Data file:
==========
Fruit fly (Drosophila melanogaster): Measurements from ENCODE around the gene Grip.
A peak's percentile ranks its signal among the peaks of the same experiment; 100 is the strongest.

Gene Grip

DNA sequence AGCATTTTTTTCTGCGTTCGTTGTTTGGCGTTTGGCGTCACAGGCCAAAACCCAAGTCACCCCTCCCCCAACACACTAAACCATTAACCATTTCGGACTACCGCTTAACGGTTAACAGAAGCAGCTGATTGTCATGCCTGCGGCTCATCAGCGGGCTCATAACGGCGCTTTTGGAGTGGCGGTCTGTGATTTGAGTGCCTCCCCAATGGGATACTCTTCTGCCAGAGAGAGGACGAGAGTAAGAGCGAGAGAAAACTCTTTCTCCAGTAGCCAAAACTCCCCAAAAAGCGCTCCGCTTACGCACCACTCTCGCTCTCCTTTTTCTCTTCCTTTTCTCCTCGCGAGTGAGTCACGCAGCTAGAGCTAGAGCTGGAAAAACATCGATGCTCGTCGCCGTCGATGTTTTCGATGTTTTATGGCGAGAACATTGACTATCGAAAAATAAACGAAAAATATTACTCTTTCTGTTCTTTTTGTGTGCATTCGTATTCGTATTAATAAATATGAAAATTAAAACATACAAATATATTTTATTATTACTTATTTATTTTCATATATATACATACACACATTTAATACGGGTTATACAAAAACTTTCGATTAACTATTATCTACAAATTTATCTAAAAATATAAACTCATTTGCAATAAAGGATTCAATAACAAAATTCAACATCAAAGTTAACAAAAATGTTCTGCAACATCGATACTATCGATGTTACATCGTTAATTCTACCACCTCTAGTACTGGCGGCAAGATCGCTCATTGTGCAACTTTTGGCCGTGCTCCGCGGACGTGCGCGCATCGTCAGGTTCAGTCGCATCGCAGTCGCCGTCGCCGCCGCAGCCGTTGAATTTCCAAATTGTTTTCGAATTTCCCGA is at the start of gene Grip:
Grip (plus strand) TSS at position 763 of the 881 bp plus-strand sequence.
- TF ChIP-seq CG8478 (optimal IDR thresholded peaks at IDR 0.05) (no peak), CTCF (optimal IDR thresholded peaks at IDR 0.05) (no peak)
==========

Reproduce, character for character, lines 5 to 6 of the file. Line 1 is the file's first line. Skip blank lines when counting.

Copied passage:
Grip (plus strand) TSS at position 763 of the 881 bp plus-strand sequence.
- TF ChIP-seq CG8478 (optimal IDR thresholded peaks at IDR 0.05) (no peak), CTCF (optimal IDR thresholded peaks at IDR 0.05) (no peak)